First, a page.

Diane C. Nordin, William J. Hannigan and Justin G. Bullion offer a fixed income investor's review of three generations of securities.
Most insurers, as fixed income investors, can relate to the saying that “Change is the only constant in life”. The type of change we would like to discuss here is a generational one that has occurred in the fixed income markets over the last two decades. From the fixed income market environment in general, to an increasingly sophisticated bond investor base, there have been trends best described as evolutionary, for which “generations” are an appropriate analogy.Change does not usually occur without a cause or stimulus. In order to put into perspective changes in today's bond market, we review the historic macroeconomic environment to see how deeply rooted some of today's common bond practices really are.
We examine how three generations of bond investors have responded to this changing market in terms of:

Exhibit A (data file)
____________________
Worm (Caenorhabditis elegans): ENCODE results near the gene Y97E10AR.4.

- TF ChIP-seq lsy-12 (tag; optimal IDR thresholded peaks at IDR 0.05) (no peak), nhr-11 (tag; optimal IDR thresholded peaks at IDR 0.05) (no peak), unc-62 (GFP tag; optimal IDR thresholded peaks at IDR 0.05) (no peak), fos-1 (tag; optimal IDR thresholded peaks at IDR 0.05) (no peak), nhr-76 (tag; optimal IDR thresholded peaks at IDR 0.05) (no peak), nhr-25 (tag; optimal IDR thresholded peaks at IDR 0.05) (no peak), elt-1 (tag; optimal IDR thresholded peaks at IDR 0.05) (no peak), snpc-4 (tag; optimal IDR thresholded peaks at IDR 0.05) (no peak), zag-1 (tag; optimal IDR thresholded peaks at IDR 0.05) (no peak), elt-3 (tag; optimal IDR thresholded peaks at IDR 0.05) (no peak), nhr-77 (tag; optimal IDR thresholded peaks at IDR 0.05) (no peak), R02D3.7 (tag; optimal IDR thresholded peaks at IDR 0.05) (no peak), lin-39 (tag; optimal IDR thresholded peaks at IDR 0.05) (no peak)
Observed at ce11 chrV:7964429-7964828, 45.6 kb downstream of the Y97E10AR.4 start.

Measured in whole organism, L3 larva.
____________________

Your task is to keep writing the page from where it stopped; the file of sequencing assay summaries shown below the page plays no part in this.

• the investment strategies they developed;
• new fixed income securities created and the extent to which they are now in wide-spread use in bond portfolios; and
• the implications of each generational change for today's institutional bond investor.
Finally, we benefit from the accumulated wisdom handed down from generation to generation as we forecast the profile of the institutional bond portfolio of the future.
Changing macroeconomic environment
Most importantly for bondholders, nominal interest rates have fallen, in some cases dramatically, since 1980. This phenomenon has not been limited to the United States, as we can see from the benchmark 10-year government bond yields of three major industrialised nations (Figure 1).Of equal importance to bondholders has been the decline of inflation, again on a global basis. As inflation has come down, so too has the extra yield demanded by investors as protection from future inflation (Figure 2).